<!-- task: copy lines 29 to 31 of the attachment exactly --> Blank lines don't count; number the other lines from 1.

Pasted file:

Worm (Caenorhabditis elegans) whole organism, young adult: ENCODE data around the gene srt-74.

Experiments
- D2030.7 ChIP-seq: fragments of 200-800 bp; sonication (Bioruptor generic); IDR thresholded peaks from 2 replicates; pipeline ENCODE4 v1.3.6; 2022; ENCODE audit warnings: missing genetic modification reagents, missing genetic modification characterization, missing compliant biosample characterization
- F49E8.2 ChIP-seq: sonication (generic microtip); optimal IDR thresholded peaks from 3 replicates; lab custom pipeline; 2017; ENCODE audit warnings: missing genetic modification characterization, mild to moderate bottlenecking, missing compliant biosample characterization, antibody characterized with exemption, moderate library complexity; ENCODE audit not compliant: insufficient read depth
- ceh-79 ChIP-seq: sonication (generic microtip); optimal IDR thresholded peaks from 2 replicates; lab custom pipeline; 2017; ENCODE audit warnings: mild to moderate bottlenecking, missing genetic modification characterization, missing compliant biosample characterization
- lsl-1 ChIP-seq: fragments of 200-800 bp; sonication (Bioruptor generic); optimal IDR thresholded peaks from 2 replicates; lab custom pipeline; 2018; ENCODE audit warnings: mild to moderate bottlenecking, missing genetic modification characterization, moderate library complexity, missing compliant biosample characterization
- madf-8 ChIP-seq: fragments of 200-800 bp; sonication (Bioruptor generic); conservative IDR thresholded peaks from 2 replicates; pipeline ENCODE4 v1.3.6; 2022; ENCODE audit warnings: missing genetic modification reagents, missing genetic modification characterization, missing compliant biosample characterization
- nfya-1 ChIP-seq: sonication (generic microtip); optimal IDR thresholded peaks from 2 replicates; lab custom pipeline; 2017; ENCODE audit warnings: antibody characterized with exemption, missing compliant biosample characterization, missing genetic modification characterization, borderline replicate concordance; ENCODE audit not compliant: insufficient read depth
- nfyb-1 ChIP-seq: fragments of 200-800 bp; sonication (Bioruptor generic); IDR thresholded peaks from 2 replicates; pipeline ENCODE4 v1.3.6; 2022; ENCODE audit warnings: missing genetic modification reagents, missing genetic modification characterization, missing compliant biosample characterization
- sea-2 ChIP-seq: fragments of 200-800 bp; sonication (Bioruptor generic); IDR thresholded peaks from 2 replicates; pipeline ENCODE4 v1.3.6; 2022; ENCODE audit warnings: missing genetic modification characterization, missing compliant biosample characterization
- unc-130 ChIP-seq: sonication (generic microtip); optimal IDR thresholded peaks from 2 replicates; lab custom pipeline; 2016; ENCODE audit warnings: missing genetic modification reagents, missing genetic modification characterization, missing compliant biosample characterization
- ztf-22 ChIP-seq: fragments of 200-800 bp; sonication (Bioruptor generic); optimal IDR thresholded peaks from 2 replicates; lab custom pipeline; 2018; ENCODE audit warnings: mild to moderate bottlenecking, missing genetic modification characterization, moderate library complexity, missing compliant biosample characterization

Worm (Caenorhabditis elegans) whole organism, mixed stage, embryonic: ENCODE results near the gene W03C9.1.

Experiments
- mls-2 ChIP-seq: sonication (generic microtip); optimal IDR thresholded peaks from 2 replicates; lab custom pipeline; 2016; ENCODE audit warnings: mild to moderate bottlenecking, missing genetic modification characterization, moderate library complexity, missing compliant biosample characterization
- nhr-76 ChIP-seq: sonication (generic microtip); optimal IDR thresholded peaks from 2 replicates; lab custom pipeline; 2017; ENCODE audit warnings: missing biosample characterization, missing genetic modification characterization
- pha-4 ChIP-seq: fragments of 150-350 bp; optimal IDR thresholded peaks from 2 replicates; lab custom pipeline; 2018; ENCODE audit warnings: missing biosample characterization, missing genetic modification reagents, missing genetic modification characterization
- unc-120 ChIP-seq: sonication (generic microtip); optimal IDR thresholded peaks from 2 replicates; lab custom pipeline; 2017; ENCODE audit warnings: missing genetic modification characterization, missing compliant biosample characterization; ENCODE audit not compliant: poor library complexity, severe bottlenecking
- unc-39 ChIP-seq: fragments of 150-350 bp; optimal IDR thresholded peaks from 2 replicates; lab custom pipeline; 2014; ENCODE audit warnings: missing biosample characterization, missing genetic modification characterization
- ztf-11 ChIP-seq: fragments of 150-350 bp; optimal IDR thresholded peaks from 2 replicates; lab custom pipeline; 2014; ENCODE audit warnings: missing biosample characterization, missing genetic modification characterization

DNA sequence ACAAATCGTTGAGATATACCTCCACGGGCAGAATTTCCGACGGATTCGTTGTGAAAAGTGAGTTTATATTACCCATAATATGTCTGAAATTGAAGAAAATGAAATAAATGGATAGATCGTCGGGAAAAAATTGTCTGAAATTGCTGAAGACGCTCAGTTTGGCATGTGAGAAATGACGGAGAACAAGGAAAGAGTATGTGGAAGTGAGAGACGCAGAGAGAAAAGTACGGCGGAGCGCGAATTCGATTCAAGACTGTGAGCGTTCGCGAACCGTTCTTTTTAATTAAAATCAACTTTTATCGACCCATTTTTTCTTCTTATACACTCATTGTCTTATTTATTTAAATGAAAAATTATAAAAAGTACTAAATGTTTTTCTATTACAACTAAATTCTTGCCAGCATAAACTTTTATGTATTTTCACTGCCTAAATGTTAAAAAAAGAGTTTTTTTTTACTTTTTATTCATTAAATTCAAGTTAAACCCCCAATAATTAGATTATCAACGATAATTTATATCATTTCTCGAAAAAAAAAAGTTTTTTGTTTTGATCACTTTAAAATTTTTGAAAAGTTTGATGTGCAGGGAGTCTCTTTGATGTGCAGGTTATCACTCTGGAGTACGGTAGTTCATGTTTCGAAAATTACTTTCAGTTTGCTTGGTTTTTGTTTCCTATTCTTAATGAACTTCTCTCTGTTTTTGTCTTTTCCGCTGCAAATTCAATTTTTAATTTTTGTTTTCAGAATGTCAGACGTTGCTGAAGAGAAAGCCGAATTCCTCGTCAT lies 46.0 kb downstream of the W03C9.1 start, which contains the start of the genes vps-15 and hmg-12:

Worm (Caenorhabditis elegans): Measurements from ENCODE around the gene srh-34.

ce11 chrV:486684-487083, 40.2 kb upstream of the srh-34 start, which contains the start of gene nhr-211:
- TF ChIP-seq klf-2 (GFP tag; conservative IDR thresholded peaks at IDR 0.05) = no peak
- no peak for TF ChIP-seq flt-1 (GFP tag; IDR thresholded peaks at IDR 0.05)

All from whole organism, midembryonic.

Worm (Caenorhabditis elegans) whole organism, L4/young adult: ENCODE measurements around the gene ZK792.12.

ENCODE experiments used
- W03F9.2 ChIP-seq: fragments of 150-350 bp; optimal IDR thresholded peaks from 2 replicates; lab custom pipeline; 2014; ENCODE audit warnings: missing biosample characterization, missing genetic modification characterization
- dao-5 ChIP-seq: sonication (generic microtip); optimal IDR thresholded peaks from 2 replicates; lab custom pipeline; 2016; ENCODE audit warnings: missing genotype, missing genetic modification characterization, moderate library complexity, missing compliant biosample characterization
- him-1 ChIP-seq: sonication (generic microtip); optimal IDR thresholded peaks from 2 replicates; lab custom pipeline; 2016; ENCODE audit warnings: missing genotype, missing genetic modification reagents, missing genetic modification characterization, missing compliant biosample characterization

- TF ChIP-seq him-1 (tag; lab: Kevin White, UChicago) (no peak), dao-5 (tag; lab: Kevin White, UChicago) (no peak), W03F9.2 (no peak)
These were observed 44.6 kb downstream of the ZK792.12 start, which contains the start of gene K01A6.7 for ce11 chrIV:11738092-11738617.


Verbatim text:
- W03F9.2 ChIP-seq: fragments of 150-350 bp; optimal IDR thresholded peaks from 2 replicates; lab custom pipeline; 2014; ENCODE audit warnings: missing biosample characterization, missing genetic modification characterization
- dao-5 ChIP-seq: sonication (generic microtip); optimal IDR thresholded peaks from 2 replicates; lab custom pipeline; 2016; ENCODE audit warnings: missing genotype, missing genetic modification characterization, moderate library complexity, missing compliant biosample characterization
- him-1 ChIP-seq: sonication (generic microtip); optimal IDR thresholded peaks from 2 replicates; lab custom pipeline; 2016; ENCODE audit warnings: missing genotype, missing genetic modification reagents, missing genetic modification characterization, missing compliant biosample characterization